In an earlier post, Neal Meyer noted that METRO’s expensive new rail lines are failing to meet the transit organization’s ridership projections, which doesn’t really come as a surprise.
However, the new rail lines may have contributed to a significant uptick in Danger Train collisions with traffic/pedestrians/bicyclists.
Many local journalists stopped reporting on Danger Train collisions years ago, as it’s not the sort of reporting that their institutional sources tend to like or encourage. However, the METRO board and committees do receive monthly updates on the carnage, and the numbers for June aren’t pretty: There were 17 accidents involving the Danger Train and vehicles/pedestrians/bicycles for the month (see METRO documents one and two for the grim news). METRO had a “goal” target of “just” 11 accidents for the month, so at least the organization is exceeding one of its targets for the rail system (sort of)!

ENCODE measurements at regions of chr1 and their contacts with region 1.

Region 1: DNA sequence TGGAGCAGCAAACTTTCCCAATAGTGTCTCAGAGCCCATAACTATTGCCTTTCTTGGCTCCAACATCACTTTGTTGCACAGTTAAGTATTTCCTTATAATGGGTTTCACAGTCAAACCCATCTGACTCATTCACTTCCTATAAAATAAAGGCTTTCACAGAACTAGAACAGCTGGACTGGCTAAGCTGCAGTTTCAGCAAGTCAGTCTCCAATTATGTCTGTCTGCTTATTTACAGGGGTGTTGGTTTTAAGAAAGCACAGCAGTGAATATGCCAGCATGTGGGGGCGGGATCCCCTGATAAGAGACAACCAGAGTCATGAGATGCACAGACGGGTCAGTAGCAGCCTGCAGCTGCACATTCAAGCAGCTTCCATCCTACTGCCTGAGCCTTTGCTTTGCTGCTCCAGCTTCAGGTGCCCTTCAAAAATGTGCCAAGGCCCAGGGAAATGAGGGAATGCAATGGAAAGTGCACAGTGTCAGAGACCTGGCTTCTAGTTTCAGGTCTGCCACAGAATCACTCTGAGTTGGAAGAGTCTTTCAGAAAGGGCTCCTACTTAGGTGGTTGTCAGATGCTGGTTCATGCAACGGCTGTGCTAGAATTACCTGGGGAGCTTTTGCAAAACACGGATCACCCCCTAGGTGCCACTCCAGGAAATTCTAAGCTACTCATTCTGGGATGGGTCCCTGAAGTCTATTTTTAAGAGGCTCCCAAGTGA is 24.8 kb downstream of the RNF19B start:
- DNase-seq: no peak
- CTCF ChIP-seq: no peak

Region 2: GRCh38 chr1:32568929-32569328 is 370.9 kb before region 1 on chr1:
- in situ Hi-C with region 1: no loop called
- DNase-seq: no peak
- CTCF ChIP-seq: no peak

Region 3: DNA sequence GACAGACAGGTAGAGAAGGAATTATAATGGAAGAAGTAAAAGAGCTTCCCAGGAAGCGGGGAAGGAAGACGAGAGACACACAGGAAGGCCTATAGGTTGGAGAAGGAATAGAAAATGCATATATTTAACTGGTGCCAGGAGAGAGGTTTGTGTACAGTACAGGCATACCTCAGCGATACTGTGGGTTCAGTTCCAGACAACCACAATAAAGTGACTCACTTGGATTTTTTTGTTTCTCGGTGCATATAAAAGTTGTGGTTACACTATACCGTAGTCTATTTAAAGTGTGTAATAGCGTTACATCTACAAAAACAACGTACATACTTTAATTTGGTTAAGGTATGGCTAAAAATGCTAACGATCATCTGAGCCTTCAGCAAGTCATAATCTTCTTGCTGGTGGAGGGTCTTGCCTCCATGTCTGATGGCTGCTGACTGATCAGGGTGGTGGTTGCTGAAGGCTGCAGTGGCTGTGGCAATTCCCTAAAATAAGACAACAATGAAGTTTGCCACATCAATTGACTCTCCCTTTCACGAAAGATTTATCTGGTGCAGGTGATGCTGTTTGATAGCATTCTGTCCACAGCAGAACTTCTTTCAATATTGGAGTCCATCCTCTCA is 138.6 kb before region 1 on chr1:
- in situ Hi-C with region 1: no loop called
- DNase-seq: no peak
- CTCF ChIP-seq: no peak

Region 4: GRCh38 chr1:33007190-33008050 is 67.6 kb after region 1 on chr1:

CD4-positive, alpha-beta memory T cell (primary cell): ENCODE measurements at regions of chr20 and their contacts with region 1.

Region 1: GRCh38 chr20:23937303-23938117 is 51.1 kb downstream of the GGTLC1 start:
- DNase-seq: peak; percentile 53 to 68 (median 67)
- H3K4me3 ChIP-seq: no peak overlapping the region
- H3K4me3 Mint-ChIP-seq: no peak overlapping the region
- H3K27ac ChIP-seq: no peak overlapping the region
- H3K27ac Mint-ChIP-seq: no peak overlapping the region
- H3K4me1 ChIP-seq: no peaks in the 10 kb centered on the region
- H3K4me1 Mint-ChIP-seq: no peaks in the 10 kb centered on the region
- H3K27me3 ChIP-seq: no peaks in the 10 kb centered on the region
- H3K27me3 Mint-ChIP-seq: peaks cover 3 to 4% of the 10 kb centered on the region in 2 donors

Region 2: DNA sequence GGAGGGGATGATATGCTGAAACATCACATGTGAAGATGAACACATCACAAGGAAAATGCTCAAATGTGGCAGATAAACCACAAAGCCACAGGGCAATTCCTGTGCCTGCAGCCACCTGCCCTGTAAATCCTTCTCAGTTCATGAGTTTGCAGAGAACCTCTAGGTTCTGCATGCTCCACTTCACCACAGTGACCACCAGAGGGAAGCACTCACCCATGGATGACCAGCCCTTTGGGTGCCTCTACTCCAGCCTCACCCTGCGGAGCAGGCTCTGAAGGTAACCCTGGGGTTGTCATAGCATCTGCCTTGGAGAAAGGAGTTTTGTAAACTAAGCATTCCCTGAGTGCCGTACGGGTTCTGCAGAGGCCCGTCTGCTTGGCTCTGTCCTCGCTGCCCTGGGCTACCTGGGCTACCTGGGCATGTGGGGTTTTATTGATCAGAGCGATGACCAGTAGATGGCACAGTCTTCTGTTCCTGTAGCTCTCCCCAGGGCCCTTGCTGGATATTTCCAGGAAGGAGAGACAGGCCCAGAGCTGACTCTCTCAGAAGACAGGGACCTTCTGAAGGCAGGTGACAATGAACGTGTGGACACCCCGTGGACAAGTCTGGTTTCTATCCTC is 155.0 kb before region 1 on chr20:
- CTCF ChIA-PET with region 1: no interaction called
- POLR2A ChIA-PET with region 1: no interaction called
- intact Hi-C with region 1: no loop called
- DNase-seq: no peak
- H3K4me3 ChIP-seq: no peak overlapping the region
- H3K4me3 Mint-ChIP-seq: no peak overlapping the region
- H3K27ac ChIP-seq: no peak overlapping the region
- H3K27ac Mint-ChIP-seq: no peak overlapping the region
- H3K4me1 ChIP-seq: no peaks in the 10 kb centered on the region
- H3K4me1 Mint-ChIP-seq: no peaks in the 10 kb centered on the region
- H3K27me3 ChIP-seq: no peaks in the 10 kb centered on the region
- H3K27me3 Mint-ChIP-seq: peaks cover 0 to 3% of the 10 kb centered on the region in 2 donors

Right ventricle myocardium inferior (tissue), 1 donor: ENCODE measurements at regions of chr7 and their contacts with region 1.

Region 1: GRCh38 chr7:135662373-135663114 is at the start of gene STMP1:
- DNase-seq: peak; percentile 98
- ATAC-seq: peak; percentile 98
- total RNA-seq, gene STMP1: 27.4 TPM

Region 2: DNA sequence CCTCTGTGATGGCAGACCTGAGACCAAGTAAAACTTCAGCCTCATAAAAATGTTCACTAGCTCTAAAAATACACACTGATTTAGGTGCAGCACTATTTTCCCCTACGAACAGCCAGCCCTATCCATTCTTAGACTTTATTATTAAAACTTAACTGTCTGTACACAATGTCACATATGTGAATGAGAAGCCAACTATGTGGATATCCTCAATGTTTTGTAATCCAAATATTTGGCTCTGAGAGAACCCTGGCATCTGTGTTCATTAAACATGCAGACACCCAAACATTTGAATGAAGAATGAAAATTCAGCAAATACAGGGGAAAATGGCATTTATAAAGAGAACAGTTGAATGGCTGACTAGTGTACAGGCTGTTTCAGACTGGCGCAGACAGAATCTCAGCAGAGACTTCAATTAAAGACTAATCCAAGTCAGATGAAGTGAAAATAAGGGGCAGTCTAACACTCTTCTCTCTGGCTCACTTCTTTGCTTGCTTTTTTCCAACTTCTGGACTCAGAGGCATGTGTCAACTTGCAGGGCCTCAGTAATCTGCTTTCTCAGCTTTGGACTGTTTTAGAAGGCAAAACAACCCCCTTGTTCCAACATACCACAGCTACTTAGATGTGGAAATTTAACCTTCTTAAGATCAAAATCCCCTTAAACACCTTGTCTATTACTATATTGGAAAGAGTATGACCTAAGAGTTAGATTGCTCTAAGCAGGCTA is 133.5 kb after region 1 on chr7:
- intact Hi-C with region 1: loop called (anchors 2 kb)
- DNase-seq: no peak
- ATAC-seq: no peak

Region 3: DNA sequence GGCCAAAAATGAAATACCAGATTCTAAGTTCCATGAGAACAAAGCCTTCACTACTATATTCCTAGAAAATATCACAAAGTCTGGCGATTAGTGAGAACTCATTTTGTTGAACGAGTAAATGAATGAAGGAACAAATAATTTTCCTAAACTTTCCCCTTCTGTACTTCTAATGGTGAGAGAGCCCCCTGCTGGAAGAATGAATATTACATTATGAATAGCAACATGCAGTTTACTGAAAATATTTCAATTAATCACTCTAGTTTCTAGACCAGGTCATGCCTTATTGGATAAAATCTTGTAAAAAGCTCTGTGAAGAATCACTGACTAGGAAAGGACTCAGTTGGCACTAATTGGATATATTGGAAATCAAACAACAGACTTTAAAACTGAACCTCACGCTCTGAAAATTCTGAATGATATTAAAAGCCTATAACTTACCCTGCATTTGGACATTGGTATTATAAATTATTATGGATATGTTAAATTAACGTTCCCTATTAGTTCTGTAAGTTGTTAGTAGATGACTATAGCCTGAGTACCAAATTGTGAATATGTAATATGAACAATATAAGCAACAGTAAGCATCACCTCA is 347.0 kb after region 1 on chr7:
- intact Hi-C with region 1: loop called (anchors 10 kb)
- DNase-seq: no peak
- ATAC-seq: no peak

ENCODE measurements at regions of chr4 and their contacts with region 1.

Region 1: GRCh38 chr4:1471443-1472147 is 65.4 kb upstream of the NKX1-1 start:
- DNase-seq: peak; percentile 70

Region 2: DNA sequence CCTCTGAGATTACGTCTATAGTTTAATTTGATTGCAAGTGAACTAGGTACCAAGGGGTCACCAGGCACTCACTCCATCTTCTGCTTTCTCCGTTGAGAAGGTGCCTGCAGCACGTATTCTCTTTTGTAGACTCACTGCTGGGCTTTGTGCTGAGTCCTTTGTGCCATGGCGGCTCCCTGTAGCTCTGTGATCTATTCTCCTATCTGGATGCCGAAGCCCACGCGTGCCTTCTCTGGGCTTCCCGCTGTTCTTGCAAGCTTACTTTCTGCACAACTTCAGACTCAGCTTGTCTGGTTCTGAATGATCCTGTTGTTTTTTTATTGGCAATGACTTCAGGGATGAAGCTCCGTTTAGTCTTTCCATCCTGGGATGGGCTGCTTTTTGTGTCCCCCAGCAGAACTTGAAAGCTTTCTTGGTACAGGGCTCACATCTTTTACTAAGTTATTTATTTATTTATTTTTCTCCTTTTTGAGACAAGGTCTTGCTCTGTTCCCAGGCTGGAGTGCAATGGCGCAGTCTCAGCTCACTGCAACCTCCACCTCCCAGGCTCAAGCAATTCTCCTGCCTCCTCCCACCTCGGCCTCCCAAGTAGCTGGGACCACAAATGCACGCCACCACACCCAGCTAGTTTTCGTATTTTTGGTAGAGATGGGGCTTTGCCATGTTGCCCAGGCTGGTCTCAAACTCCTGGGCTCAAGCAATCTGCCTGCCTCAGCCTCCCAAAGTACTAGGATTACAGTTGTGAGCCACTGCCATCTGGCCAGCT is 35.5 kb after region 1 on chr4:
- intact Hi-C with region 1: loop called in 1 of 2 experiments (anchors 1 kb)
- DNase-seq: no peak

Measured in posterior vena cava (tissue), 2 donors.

We have noted the problems of at-grade rail (and the folly of building more of it) many times, so we are not at all surprised at the elevated number of accidents. Indeed, we would expect the new downtown rail segments to contribute to an increase in both accidents and traffic congestion as the year progresses (probably exceeding even METRO’s projections for a big increase in accidents).
PREVIOUSLY: Coming soon to downtown: A train-traffic-pedestrian-infrastructure adventure only METRO could love, Take Two: A downtown train-traffic-pedestrian-infrastructure adventure only METRO could love